That is a quote from this long story today at Forbes.com, reported by Daniel Fisher, headed "Judge Slaps Motley Rice With Fees Over 'Frivolous' Lawsuit." Some quotes:

A federal judge in Indiana ordered lawyers including the prominent firm of Motley Rice to pay ITT Educational Services almost $400,000 in legal fees for pursuing a “frivolous” lawsuit the judge said was “based on a completely false story.”

The unusually harsh ruling — for a U.S. court, anyway — was designed to punish the lawyers for imposing millions of dollars in costs on ITT to defend a whistle-blower case where the plaintiff was a low-level employee who didn’t even think of filing suit until a lawyer contacted her. * * *

Pratt’s order should be required reading for law students as it states precisely how not to bring a lawsuit.

Here is the 32-page, 3/26/12 order by Judge Tanya Walton Pratt, that concludes:
For the reasons set forth above, ITT’s Motion for Attorney’s Fees and Sanctions is GRANTED with respect to attorney’s fees in the amount of $394,998.33, but DENIED with respect to sanctions against Leveski. The attorney’s fee award is issued jointly and severally against Timothy J. Matusheski individually, The Law Offices of Timothy J. Matusheski, the law firm of Plews Shadley Racher & Braun, and the law firm of Motley Rice LLP. Leveski’s related Motion to Strike or Disregard Declaration of ITT’s counsel is DENIED. The Court will issue a ruling on ITT’s Bill of Costs submission in due course.

Posted by Marcia Oddi on Wednesday, March 28, 2012
Posted to Ind Fed D.Ct. Decisions

Ind. Decisions - Court of Appeals issues 2 today (and 3 NFP)

For publication opinions today (2):

In Juan M. Garrett v. State of Indiana, a 13-page opinion, Sr. Judge Barteau writes:

Juan M. Garrett appeals from the denial of his petition for post-conviction relief. He contends that his trial counsel and direct appeal counsel provided ineffective assistance by failing to challenge alleged violations of the prohibition against double jeopardy under the federal and state constitutions. We affirm. * * *

Because Garrett’s double jeopardy claims are without merit, he was not prejudiced by his trial and direct appeal attorneys’ failure to raise these claims. For these reasons, we are not left with a definite and firm conviction that the post-conviction court has made a mistake.

For the reasons stated above, we affirm the judgment of the post-conviction court.

In Janet Stewart v. Richmond Community Schools , a 6-page opinion, Sr. Judge Sharpnack writes:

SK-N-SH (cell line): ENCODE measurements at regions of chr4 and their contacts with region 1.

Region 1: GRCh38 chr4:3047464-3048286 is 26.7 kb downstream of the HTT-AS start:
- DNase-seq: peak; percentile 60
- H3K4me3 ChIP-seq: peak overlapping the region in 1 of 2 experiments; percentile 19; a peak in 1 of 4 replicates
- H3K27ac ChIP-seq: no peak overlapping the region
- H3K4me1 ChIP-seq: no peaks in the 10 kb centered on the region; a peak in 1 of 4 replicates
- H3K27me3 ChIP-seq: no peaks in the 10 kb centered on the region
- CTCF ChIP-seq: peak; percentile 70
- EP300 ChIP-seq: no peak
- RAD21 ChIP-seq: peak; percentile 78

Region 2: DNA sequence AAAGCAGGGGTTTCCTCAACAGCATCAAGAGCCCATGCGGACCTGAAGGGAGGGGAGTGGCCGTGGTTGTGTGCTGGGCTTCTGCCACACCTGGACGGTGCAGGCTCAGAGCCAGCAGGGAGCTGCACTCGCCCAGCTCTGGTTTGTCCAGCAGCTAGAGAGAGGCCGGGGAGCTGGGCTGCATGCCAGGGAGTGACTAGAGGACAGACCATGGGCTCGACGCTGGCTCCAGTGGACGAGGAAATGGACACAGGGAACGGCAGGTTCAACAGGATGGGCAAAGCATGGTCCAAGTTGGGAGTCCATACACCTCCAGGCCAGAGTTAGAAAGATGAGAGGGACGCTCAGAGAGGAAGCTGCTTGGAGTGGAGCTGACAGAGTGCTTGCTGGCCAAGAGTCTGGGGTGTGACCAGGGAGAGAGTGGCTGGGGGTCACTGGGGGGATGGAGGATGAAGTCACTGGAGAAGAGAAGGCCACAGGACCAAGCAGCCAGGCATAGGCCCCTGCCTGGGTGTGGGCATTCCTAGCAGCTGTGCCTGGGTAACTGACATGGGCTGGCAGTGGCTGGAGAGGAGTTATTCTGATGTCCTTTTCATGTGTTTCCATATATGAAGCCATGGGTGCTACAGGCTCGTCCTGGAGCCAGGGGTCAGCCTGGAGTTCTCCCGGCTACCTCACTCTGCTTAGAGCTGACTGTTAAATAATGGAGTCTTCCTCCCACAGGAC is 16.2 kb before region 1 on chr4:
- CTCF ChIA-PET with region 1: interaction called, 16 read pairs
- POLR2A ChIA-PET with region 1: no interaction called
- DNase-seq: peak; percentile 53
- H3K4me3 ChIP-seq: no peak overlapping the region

Stewart argues that the evidence establishes that she is permanently and totally disabled and the Board’s decision must be reversed. The Board contends that Stewart has waived her claim of permanent and total disability because she did not appeal the Board’s determination that she was not permanently and totally disabled. * * *

Here, the Board’s reversal of the Member’s determination that Stewart was permanently and totally disabled is analogous to a ruling on temporary total disability as discussed in Cox. The parties fully argued the question of permanent and total disability, and nothing remained to be addressed after the Board issued its ruling. In fact, the Board’s determination that Stewart was not permanently and totally disabled is more definite than a determination of temporary total disability, because the status of temporary total disability is subject to further evidentiary developments. Furthermore, appellate review of the Board’s decision that Stewart was not permanently and totally disabled would have promoted judicial efficiency, because a reversal of the Board’s decision would have eliminated the need for further proceedings before the Member. Consequently, based on the holding in Cox, we conclude that the Board’s determination that Stewart was not permanently and totally disabled was a final award subject to appellate review. Stewart failed to seek appellate review of the Board’s determination. As a result, Stewart has waived any claim of error related to the Board’s decision that she is not permanently and totally disabled. The Board has presented a prima facie case in support of its claim of waiver and we therefore find no reversible error.

NFP civil opinions today (1):

C. Richard Marshall v. Kenneth W. Heider (NFP)

NFP criminal opinions today (2):

Teresa Yates v. State of Indiana (NFP)

Stuart Warren Lacy v. State of Indiana (NFP)

Posted by Marcia Oddi on Wednesday, March 28, 2012
Posted to Ind. Sup.Ct. Decisions

Vacancy on Supreme Court 2012 - Justice-Designee Mark S. Massa has two clerkship openings

See information here, listed at the end.

Posted by Marcia Oddi on Wednesday, March 28, 2012
Posted to Vacancy on Supreme Court 2012

Ind. Gov't. - Bose McKinney reimburses Wayne Township $435,000 for handling of superintendent’s contract